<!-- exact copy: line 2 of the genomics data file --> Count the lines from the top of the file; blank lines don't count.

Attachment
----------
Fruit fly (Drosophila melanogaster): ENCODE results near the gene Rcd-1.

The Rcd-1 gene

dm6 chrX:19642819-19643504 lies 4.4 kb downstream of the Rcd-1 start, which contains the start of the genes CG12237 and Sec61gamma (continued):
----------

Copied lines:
The Rcd-1 gene